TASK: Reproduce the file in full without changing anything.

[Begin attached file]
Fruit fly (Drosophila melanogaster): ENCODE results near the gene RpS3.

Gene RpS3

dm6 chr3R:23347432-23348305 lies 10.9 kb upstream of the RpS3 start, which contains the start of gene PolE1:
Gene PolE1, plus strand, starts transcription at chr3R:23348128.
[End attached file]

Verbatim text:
Fruit fly (Drosophila melanogaster): ENCODE results near the gene RpS3.

Gene RpS3

dm6 chr3R:23347432-23348305 lies 10.9 kb upstream of the RpS3 start, which contains the start of gene PolE1:
Gene PolE1, plus strand, starts transcription at chr3R:23348128.